I think there’s a place in the future for a therapeutic use of diet in combination with the drugs. But we have to get evidence for it, like any other modality. At which point it will become conventional medicine. Because if it can ameliorate outcomes, it also has the potential to worsen them.

    The study above, for example does a huge dietary manipulation, namely a no- (or extremely low)-carbohydrate ketogenic diet (beyond what is done in the fad Atkins diet). It is very hard to undergo such a diet, and the authors are aware of it.

    The experimentators already faced unexpected challenges during the study : the animals (which had to be force-fed) on the ketogenic diet had to be given more calories than the control group because they tended to lose weight. Even then, they were still significantly thinner than the control animals.

    If you translate that in humans :
    1- Force-feeding a human is a pretty invasive and unpleasant treatment
    2- Many cancer patient already have cachexia, and this diet may worsen it
    3- This diet, which has been used in past years mainly for some forms of refractory epilepsia, is known to cause some amount of liver damage

    In fewer words, we’re very far from the easy, non-toxic, miraculous natural treatments alties pretend to.

  28. #28 Kemist
    March 25, 2009
  29. #29 Shon Alishah
    November 18, 2009

    Brilliant article, more money for the drug companies, and they will provide you more statistics and more lies. The fact remains that alternative therpay has saved more or less the same number of people, those save dby conventional therapies, but records and evidence are not maintained properly, just these people don’t have the resources to run expensive media campaigns, and sponsor hospital and doctors, and that is why people like you can ask questions like “where is the evidence?”, I can ask the same question show me where is the evidence that mistletoe doesn’t work for cancer patients? come on then lets see what are you made of? It a fact that drug companies are bigger than any other industry, and they just can’t accept that some fool could invent a radiowave machine and that could cure cancer, so for a machine like this which ois sitting in a looked room at MD Anderson, it will take decades before they will (IF) approve human trials, while people are dying everyday. Give Alternative Cancer Therapies the same sort of funding what is available to conventional therapies, and only then you can say it doesn’t work. I rest my case.

  30. #30 harley simpson
    September 19, 2010

    Re last comment,I have a 31 year old niece who has categorically refused conventional surgey in favour of diet. The tragedy is that the tumour had metastisised before detection and because of the internet decided to try natural therapy. She has a two year old son.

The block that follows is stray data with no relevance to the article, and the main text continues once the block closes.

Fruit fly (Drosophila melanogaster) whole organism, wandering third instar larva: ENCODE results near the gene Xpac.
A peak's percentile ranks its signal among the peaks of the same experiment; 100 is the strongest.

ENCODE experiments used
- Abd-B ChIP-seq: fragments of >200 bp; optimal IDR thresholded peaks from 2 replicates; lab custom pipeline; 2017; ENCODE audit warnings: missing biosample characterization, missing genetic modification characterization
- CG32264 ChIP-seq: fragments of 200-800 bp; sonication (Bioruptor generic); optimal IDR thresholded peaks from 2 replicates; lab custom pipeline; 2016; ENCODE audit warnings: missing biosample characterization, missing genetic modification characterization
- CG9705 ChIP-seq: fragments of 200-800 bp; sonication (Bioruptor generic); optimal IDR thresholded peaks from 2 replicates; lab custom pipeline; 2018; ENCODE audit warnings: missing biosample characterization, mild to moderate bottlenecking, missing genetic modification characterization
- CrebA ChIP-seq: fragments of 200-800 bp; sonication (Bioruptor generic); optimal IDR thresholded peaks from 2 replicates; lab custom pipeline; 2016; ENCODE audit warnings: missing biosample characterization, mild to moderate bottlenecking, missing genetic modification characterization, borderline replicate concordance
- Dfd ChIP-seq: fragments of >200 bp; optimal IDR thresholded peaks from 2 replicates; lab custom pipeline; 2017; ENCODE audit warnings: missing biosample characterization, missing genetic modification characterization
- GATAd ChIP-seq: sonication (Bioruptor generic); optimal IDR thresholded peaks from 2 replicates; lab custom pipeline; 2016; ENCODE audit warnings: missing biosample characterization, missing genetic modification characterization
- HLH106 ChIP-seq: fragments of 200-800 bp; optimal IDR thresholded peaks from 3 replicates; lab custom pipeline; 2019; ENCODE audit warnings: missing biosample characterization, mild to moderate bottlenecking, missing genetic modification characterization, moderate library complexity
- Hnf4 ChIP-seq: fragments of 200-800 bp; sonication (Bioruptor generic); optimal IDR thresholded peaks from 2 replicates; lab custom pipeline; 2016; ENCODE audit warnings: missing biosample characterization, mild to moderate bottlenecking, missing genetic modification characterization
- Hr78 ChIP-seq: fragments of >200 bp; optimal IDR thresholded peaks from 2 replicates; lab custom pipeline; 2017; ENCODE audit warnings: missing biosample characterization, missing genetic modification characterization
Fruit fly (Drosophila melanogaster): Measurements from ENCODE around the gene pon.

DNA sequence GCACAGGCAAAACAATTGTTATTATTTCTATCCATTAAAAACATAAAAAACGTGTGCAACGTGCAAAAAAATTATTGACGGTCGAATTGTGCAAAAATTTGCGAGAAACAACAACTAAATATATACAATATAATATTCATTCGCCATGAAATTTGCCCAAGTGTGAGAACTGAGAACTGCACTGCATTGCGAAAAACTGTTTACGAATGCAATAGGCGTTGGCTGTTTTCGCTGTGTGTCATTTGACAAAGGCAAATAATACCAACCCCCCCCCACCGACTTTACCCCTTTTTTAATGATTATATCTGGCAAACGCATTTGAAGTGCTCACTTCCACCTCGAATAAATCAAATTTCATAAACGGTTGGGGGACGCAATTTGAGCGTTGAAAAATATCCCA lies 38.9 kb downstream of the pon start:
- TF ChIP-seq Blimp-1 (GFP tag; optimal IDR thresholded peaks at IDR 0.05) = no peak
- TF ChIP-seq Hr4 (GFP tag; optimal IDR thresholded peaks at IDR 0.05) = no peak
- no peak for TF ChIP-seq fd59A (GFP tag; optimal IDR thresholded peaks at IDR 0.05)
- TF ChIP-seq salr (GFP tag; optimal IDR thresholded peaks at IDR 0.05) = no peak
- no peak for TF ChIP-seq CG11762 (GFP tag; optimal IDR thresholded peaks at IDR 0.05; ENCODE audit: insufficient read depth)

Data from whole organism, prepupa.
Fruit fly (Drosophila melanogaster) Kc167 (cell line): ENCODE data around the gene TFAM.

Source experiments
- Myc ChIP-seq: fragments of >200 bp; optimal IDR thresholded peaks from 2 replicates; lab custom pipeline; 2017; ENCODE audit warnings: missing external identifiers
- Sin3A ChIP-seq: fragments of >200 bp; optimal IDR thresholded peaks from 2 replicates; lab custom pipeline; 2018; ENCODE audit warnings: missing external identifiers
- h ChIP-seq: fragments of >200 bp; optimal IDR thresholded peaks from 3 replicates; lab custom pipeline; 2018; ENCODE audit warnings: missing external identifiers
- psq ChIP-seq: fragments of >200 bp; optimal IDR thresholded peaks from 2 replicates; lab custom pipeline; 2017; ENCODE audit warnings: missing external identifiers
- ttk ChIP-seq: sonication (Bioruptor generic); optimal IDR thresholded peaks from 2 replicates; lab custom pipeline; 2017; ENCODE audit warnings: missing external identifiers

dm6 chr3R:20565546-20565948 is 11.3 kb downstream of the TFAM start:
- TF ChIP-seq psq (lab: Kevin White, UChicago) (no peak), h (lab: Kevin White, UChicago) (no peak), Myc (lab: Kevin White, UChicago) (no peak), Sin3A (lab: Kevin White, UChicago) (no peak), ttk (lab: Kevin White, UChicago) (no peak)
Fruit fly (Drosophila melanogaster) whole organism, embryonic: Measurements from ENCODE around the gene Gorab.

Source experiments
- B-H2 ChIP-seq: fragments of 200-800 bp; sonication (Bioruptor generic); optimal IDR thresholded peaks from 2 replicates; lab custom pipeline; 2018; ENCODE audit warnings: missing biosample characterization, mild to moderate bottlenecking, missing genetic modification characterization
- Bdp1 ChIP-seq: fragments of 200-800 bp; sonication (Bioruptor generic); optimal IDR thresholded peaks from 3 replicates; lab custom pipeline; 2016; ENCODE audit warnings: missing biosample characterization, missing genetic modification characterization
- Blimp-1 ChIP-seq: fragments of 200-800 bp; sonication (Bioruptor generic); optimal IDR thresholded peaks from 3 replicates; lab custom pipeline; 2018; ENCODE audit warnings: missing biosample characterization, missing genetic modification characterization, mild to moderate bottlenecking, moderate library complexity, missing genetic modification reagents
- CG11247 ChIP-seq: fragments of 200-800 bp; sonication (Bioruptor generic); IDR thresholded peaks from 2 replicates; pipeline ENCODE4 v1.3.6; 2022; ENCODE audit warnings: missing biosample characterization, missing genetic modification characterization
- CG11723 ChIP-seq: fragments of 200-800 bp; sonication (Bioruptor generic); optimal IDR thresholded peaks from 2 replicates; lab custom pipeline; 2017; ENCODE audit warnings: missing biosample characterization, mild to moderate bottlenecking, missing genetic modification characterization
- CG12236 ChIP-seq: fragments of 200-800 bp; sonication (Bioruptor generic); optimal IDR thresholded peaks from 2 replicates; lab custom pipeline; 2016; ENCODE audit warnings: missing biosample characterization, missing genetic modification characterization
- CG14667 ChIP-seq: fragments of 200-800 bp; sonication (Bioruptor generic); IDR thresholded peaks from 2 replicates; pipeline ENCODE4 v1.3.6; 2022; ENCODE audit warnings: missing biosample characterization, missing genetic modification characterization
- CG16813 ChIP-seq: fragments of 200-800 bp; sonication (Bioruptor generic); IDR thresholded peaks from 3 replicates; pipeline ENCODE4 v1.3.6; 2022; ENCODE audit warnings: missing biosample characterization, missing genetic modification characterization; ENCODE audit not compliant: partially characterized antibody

I will let you know when she dies. Thanks to all those who who post false claims to sell their “alternate”products. I Do they realise they contribute to deaths?

  31. #31 KetoSiska
    November 10, 2010

    Related to the person commenting on the ketogenic diet – There are certainly some risks when it comes to ketogenic (low carb) type of nutrition, but it has effectively been used to treat various conditions, even epilepsy, so this should also be considered.

  32. #32 Shon Alishah
    February 1, 2011

    FAO: harley simpson

    Harley, using conventional therapy only 2.3% patients could survive 5 years or more. This is a fact and study conducted by the Australian Govt. The Alternative could work, although I dont think I should use this word, I rather say non-main streamline could work an does work, but more than onr protocols have to be applied at the same time. Just diet would not be enough for a patient of stage 2 or stage 3. Unfortunately there are no easy answers.

  33. #33 Orac
    February 1, 2011

    Nonsense:

    http://scienceblogs.com/insolence/2008/10/the_vitamin_c_empire_strikes_back.php (scroll down; the Australian study is discussed about midway through)

    Here’s some more:

    http://scienceblogs.com/insolence/2010/02/andreas_moritz_legal_intimidation_in_the.php

    No need to thank me.

  34. #34 Chris
    February 1, 2011

    Dear Necromancer Shon Alishah, do you have any real evidence for your claims? Or is this just on a list of websites that you decide to post your baseless opinions on about once a year?

  35. #35 Linda
    May 4, 2012

    A sincere, respectful question for Orac (and thanks for the blog):

    My sister-in-law, aged 43, has been diagnosed with multicentric, multifocal invasive lobular carcinoma. She has two tumors in one breast (1 cm plus satellites that radiate 4 more cm) and another Stage 2 size tumor. She has another tumor by ultrasound in the other breast. Right now, she seems she will choose ONLY holistic approaches (for all the reasons you listed above). Question: what is known about median survival in someone with multicentric lobular carcinoma with only holistic approaches (they include the ones you mentioned)? She actually has good health insurance. She will be spending a lot of cash on the holistic treatments. People who buy into the holistic approach literally are “buying” into it, in my view. Charlatans are preying on these people. My poor sister-in-law is a bright person, amazingly, with a lot of success in her life, but she has only a high school education and was working more than learning even in high school. She is easily influenced by a Hollywood mentality of organic foods and spiritual healing and well-being. What surprises me is that she actually went to real doctors for the diagnosis and sought multiple opinions. Why do people believe they even have cancer if they have so little faith in the doctors and conventional medicine? An enigma for me. I would say to her or do anything for her to allow her to avoid the painful death of breast cancer.